Retired Firefighter    ■    Power Dispatcher    ■    Husband    ■    Daddy    ■    Grandpa    ■    Crazy Man

Thursday, April 22, 2010

Keeping It Real

Just minding my own business, hobnobbing through the Station 53 area, when the tones dropped for a medical fairly close to my location.

When I'm not on a shift, I don't just jump every call, because the duty crews generally have enough help along, but this was a COPD patient with difficulty breathing or speaking. Don't have to think twice, as in my location I'll be first in and can start getting the ducks aligned before the cavalry arrives.

It's a pretty routine call, really. The guy is not in great shape, but he's not circling the drain just yet, either. I don't carry a full med kit in my car (though I probably should since I do drop in now and then), but I'm not doing any procedures that create an exposure situation. I mean, common sense here.... if I met the guy on the street, I would not put on gloves to shake his hand. I'm just writing down information and getting the most basic of vitals.

Engine 53 arrives with more help than I expected. Three cadets are along for the ride. Fresh, a little uneasy, but wanting to be in it. Remember that feeling?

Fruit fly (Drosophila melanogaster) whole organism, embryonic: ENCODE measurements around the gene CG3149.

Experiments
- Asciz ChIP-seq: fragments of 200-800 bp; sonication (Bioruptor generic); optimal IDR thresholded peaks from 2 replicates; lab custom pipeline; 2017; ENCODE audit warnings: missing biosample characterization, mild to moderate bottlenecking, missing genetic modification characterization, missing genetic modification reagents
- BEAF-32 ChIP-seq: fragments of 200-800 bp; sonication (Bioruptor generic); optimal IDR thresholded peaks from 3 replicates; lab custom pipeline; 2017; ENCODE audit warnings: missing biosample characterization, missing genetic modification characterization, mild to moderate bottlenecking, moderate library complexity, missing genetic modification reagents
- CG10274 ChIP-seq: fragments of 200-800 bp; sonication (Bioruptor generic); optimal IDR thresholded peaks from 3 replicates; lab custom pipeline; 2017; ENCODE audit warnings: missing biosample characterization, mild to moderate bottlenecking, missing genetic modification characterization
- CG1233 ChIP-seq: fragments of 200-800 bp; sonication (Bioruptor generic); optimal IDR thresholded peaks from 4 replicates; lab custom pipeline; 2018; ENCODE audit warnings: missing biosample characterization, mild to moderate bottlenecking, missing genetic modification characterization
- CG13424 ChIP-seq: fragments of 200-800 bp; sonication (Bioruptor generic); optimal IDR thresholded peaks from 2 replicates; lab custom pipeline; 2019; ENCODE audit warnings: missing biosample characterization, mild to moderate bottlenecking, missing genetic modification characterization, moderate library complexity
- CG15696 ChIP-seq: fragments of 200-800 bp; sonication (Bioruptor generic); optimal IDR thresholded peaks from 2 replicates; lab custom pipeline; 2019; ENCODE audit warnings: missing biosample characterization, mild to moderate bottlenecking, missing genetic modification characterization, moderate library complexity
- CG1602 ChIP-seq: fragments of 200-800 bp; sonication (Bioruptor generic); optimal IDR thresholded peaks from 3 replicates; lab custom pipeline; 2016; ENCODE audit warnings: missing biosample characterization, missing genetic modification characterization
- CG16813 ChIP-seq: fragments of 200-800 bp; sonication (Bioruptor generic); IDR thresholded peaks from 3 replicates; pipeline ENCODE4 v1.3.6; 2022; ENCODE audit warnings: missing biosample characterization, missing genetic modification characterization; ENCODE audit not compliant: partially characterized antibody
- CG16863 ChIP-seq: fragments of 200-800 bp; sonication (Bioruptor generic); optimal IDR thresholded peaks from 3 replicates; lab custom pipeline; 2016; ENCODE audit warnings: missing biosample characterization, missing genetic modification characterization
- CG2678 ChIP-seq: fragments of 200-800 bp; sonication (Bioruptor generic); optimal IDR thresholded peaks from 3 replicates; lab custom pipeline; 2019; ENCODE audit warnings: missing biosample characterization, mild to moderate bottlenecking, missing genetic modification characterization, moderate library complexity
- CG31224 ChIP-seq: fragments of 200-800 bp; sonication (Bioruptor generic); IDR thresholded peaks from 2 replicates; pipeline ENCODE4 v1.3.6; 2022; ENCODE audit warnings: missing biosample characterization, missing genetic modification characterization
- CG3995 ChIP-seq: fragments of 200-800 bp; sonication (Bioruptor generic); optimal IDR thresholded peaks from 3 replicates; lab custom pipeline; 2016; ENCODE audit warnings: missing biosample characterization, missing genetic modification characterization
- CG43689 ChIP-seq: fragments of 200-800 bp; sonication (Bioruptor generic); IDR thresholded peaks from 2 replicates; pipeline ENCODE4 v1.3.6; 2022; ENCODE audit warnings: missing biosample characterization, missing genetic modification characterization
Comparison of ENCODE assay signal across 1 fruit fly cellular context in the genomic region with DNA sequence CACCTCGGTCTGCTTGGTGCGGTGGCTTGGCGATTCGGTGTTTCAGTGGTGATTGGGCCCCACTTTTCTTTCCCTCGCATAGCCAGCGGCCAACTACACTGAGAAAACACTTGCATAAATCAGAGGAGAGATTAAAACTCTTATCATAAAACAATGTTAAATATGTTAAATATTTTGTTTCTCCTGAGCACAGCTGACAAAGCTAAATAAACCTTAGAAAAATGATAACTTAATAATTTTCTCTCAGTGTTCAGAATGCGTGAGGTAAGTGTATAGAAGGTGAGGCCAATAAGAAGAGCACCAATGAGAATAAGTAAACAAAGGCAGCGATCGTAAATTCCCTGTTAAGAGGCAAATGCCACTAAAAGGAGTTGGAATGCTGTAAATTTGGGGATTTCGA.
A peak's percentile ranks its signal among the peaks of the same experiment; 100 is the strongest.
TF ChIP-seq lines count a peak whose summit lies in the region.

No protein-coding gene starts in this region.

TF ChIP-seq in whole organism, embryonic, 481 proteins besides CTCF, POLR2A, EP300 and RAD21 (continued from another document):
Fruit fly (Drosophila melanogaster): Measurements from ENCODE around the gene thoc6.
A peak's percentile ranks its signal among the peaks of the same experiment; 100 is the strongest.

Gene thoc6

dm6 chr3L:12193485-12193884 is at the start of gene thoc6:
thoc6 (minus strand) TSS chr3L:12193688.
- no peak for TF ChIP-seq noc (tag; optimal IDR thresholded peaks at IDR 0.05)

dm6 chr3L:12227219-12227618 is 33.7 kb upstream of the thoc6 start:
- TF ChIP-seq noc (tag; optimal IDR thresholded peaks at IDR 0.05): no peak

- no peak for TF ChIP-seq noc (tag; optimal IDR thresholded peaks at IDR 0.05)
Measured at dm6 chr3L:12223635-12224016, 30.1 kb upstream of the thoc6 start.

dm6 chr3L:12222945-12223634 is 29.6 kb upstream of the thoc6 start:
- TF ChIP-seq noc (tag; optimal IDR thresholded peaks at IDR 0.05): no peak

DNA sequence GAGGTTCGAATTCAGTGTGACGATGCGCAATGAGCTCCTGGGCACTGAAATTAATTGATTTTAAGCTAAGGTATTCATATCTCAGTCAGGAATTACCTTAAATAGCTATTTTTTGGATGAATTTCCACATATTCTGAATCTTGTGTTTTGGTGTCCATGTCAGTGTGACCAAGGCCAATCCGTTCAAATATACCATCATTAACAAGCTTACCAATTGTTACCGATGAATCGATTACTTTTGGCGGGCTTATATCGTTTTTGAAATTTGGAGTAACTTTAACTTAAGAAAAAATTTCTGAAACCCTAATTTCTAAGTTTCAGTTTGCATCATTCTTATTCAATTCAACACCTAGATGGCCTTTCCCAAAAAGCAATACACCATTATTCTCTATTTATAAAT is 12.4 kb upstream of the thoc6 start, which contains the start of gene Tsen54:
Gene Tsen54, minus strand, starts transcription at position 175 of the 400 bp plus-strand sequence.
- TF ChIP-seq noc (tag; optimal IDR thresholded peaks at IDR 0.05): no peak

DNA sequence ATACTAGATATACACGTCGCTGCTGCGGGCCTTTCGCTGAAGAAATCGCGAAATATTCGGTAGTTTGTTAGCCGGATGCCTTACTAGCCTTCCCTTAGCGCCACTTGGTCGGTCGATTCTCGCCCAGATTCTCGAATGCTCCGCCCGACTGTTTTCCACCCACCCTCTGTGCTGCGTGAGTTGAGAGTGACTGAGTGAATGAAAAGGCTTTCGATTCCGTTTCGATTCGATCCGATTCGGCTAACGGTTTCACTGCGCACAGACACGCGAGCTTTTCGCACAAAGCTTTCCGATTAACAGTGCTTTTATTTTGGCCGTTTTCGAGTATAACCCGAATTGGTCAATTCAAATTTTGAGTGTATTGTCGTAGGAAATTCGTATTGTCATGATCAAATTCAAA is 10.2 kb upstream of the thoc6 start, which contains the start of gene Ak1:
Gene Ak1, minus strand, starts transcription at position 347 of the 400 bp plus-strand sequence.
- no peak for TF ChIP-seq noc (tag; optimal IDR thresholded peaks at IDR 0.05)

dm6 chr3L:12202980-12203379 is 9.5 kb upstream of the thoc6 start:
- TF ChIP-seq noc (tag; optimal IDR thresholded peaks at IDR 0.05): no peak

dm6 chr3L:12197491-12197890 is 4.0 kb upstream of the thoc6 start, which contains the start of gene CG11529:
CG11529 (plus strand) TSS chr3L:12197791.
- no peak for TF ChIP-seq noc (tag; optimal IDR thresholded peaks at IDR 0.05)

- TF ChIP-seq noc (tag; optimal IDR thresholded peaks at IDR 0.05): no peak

I let the E53 guys move in and take over while I rattle off the patient info and high points that I've gathered, and take up a position by the cadets. I like teaching, keeping them involved. Any time I get asked to do something, I walk one of them through it. When Medic 97 arrives, I take a cadet out to the ambulance to show him how to remove the cot, lower the wheels, lift the hook. It's all new to him. I make him do it all so it is hands on.

I like teaching. I like feeling confident, in the know, and showing the new guys how its done.

Back inside, I am asked to get a blood sugar reading. I grab the glucoscan kit, and am twisting off the lancet cover, when the captain taps me on the shoulder.

Gloves, he says, eyebrows up.

Holy crap. I was totally in tunnel vision, and never grabbed gloves when the guys arrived. I know better. I sheepishly hand the kit to the next guy and step aside to get gloves on.

One of the medics asks me to change out the cannula, and go high flow. I grab the NRB, hook it up, check the LPM and go to place the mask.

Holy crap. I grabbed a ped mask and didn't check it. The medic gives me a look. I get another mask. I know better.

We get the patient on the cot and head outside. I see my truck with the flashers on, positioned to be visible from the road to draw in the other units. The Medic is really close to me.

Holy crap, I nearly blocked their good access. I am constantly riding people about making sure to leave lots of room for the ambulance to get in and out. They managed, but my truck could have been spotted a lot better.

I like teaching. I like teaching the new guys what to do. Well, they learned some things today. I cashed in a few too many examples of how NOT to do things.

Didn't affect patient care, but it's good to get a little smackdown on your confidence to remind you of things now and then.

I was due, apparently. All that confident, self-righteous power dispatcher attitude is hard to swallow back down. Keeping it real reminds me that I am not all that and a bag of chips, either.


No comments:

Post a Comment